During the survey stage a number of extra stages were included into the scan, This was for my peace of mind while producing the drawings.
I transfered the ffl onto the bottom riser of each flight. I then ran the maths to calculate the correct rises for each flight. I then marked the walls with the correct finished tread levels, with a laser level I projected these heights over thier respective tread positions. I could then measure from the laser line to the steel tread in each corner of the tread and get a measurement for each corner.
This gave me the information I needed to confirm against the digital scan.
With the digital scan completed I could build the surfaces to represent the rises and goings. Then check the dimensions against those taken on site.
Once the surfaces for the rises and goings have been added to the scan data I extract a 2D plan of the stairs, this will show how far out the substructure is and you can start calculating the space required for correcting the issues.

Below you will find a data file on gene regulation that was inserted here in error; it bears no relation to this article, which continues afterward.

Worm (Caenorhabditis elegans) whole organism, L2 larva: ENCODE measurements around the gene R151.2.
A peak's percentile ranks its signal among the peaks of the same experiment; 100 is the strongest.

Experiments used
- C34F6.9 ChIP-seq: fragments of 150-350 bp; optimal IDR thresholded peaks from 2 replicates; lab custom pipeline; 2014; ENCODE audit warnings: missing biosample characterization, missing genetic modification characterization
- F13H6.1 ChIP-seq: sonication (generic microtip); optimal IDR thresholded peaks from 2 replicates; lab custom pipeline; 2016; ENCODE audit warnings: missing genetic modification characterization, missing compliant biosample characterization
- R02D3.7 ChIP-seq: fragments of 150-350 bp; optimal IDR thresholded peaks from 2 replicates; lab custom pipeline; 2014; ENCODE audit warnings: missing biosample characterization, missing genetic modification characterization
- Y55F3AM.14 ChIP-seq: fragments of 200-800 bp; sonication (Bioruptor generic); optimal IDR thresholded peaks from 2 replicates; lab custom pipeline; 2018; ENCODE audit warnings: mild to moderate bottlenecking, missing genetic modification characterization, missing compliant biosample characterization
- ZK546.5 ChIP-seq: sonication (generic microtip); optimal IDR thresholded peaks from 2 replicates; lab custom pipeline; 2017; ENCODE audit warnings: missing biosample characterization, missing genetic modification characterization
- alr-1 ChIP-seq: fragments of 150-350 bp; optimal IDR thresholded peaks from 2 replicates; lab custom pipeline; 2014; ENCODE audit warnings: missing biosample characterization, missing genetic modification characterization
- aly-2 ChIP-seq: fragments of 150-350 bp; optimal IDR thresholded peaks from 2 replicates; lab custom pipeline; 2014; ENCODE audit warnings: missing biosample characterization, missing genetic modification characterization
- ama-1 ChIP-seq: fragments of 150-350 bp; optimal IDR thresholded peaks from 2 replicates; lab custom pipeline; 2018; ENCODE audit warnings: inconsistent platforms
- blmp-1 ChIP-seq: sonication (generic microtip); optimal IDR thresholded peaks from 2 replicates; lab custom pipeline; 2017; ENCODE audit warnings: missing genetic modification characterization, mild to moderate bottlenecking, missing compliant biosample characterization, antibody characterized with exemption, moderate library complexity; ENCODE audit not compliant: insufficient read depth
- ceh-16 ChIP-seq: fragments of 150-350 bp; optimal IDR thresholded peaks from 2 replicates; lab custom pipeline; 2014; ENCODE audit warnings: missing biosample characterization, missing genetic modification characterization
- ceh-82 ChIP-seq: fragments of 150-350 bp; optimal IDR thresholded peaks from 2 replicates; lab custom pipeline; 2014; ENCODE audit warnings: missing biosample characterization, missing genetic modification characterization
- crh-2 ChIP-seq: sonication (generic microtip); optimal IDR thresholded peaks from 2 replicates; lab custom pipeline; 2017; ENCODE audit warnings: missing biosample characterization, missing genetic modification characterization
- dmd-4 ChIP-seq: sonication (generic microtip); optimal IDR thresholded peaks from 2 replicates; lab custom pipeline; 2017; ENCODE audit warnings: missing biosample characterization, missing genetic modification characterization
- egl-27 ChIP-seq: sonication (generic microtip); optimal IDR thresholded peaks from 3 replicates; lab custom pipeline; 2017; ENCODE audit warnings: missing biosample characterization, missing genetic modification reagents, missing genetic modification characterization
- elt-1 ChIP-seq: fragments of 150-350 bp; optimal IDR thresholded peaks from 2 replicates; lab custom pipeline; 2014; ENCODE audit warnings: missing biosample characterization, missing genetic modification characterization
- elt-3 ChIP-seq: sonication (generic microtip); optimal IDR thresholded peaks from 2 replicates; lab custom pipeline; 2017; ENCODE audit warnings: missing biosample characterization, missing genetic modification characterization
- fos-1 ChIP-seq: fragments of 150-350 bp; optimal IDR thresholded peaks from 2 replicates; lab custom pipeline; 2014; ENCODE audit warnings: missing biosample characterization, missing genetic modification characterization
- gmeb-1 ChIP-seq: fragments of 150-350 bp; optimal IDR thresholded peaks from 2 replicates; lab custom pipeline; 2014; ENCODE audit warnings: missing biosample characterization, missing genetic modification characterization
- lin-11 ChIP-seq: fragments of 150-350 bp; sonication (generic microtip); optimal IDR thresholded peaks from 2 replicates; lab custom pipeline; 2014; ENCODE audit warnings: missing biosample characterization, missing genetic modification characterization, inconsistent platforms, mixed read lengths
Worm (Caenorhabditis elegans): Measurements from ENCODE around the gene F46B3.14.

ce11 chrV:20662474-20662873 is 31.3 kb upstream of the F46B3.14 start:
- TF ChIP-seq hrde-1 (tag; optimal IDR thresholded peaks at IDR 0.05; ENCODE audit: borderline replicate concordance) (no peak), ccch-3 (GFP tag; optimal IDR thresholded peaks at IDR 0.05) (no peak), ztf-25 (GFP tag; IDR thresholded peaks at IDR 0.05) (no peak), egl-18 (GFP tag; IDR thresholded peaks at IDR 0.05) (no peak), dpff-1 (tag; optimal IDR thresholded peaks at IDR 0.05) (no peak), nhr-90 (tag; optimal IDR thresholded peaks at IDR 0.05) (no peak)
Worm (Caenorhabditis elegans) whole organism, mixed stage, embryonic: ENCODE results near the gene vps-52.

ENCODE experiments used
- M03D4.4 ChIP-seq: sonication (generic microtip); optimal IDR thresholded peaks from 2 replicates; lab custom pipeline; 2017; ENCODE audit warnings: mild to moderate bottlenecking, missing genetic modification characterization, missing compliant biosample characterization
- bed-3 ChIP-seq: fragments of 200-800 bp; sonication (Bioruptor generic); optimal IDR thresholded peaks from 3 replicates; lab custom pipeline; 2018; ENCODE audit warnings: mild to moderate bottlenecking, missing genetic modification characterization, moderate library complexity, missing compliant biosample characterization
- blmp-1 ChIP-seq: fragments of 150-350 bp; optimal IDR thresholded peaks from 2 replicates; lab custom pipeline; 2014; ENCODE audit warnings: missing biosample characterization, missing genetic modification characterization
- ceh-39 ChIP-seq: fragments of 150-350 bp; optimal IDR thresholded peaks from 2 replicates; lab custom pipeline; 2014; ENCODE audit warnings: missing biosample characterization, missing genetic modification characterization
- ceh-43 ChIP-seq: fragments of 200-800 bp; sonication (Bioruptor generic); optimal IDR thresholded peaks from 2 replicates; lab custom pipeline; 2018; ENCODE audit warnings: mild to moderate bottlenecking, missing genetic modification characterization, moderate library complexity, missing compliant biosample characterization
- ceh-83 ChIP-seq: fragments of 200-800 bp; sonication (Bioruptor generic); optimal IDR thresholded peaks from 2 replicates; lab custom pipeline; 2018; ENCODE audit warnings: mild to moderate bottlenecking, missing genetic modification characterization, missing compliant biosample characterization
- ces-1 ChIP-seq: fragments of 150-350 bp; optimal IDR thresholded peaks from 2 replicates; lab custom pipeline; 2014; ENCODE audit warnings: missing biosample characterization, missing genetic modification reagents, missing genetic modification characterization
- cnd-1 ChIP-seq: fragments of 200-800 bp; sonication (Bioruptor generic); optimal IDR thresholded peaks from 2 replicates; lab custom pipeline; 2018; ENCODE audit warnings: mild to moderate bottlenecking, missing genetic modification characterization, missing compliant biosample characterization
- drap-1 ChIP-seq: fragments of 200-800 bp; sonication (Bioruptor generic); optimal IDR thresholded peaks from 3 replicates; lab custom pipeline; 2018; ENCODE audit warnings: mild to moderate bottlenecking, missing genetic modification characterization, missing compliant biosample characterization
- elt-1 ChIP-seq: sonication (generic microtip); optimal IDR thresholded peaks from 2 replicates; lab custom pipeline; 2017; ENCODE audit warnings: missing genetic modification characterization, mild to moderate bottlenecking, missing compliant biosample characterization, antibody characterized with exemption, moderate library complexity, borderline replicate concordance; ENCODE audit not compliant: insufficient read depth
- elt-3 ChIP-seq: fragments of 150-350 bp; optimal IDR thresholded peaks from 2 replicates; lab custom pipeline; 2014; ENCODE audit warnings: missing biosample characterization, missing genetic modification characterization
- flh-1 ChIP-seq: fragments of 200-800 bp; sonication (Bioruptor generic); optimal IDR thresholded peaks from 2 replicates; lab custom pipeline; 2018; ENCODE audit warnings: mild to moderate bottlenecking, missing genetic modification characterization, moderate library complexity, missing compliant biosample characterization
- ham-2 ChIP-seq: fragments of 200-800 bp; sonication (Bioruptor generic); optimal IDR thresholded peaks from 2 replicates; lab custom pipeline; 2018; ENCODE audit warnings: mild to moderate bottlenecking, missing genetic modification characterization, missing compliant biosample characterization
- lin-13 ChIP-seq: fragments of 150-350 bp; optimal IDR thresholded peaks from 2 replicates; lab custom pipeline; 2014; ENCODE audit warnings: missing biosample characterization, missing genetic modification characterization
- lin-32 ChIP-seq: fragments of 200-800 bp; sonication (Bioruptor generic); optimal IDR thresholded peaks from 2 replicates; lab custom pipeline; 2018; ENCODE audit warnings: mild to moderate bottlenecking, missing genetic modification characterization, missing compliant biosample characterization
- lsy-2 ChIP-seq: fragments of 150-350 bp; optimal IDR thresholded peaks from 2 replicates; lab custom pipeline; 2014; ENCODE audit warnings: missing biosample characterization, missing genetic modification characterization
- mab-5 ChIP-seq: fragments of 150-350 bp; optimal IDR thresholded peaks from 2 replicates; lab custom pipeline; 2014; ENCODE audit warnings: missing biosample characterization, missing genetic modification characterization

Here you can see the plans in black with the grid set over showing lines at 90º to the centre line of the stairs. the treads should be parralel to the grid lines. The steel riser faces should be set the distance from finished riser face material to steel riser face either side of the grid lines, so the finished faces are in line.
The side elevation showed the same discrepencies from level for each tread, as the plans do for perpendicular to the walls.
The next stage is to adjust the plans and elevations to get constant rises and goings while allowing enough space to be able to correct the out of square and level issues.
Packing the treads and risers.
With the steel subframe requiring additional work to get correct levels to work to, amendments had to be made to allow for packing between the finished tread and riser material. The packing had to be adjusted from back to front and left to right, as no surface was constant in any direction.
To keep this as thin as possible we allowed for 9mm ply sub treads and risers, to adhere the face finish treads and risers to. Here you can see the way we allowed for this as opposed to the proposed lay out mentioned above.(Tread and scotia makeup)
In this image you can also see a proposed mounting bracket for the balustrade, by fixing this at this stage the 16mm 5/8″ Ø metal spindles can be dropped into these sockets after the treads have been fitted, this also means the soffits can be plastered in before the oak tread covers go on, prevent the chance of plaster coming into contact with the Oak and burning it.
Stages to be completed.
Drawing of the components.
Production of the components.